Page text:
Impact of Giving

Being a part of change

Author: Development and Donor Relations

Posted on Dec 9, 2021

Category: News and Events , Scholarships and Bursaries

Peyton Juhnke is focused on building a better future for Indigenous Peoples.

Peyton, who was UNB Fredericton’s Valedictorian for the Class of 2021, graduated in May with a bachelor of philosophy in interdisciplinary leadership from Renaissance College. A dean’s list student throughout her degree, she was also one of the Indigenous co-representatives for the Renaissance College Society.

Peyton received numerous scholarships and awards while at UNB. Among these were the Patricia & Charles MacDonald Scholarship, funded by Charles MacDonald, and the Jennifer Prosser Wade Scholarship, funded by Dr. Jennifer A. Wade, OBC (BA ’58, DLITT ’96).

In 2020, Peyton received the Blue Metropolis Awards for Excellence in Indigenous Studies for her essay, entitled “Indigenous Freedom.” In her essay, Peyton argued for the necessity of dismantling existing political, social and economic policies, and the importance of Indigenous sovereignty.

As part of her degree, Peyton developed the framework for, and completed, an Indigenous studies minor. This minor included an independent study on Indigenous research methodologies with Piluwitahasuwin and Assistant Vice-President Indigenous Engagement Amanda Myran and Indigenous Experiential Education Coordinator Katelyn Copage. Peyton considers this minor a way of advocating for Indigenous knowledge systems and their broader legitimizations within academia.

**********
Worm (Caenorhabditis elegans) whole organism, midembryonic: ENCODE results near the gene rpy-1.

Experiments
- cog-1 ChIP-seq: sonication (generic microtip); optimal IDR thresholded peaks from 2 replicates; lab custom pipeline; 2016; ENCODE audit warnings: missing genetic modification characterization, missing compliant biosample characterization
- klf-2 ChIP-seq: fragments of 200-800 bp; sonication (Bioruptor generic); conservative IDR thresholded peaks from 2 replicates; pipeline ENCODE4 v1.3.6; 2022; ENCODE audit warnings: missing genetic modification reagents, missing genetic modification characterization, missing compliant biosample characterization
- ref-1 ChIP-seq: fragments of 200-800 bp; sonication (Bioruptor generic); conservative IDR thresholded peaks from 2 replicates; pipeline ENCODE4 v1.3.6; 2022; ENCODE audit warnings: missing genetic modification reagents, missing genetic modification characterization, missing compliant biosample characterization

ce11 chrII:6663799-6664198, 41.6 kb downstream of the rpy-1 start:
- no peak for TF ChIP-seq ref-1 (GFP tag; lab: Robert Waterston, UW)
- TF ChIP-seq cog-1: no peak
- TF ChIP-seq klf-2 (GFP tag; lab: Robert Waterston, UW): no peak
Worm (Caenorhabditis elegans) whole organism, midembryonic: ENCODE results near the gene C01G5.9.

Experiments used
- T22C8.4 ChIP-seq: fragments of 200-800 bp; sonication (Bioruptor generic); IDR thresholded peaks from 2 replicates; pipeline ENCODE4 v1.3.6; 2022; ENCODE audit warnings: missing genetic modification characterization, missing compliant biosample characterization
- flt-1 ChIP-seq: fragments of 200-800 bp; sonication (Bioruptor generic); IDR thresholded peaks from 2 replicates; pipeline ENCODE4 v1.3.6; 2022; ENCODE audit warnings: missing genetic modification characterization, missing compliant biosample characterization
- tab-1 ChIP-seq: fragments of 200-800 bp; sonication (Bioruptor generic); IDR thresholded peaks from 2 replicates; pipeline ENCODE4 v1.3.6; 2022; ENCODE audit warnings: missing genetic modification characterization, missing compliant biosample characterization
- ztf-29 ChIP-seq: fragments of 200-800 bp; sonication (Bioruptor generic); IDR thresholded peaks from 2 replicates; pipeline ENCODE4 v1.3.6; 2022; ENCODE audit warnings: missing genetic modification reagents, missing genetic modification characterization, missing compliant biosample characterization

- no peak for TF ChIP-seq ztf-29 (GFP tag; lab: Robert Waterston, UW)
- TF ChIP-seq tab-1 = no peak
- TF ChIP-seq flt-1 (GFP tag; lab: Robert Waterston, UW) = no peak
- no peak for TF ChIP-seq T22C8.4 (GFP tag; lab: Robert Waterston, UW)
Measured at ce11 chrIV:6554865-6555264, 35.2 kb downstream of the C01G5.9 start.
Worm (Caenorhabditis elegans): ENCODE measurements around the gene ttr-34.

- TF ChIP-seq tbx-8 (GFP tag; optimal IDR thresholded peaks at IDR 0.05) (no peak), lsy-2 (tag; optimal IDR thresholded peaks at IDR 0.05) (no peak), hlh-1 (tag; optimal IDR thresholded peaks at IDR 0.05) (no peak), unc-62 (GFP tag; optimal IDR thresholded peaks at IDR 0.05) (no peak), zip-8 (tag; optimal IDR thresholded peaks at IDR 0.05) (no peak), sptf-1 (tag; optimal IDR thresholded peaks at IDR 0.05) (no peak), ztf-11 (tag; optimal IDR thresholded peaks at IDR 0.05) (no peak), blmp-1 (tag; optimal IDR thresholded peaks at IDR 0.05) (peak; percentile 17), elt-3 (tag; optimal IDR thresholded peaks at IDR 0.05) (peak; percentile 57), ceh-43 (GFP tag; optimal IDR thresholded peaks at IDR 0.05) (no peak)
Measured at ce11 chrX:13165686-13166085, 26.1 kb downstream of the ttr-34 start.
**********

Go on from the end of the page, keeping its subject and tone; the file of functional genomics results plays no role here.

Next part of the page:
Since graduation, Peyton has continued her work to affect positive change. Now living in her hometown of Regina, Sask., she is completing a certificate of reconciliation studies through the First Nations University of Canada. She is also working as a research assistant for Morning Star Lodge, an Indigenous community-based health research lab with the University of Saskatchewan.

In her valedictory address, Peyton addressed the ways in which the COVID-19 pandemic brought previously obscured injustices to light and expressed hope for her generation’s ability to make change. “In a multitude of ways,” she said, “we have seen with clarity the systems and structures in our society that work to disadvantage and marginalize groups of people. But during this time, we have also seen profound change happen, as people took to the streets to stand with those facing racism and discrimination, challenged the uninformed views of those around them, and used their voice to speak up against injustices. Empower yourself to be part of this change. Listen to those whose voices are too often silenced, and most importantly, never stop learning.

“We are the agents of change, and we get to decide what future we want to create for ourselves and those that will come after us. We have the power to leave things better than when we found them, and we all do this in different ways. Find your path and follow it. I’m leaving UNB with a renewed hope for the future we are building.”

Your support matters

Read the full Donor Impact Report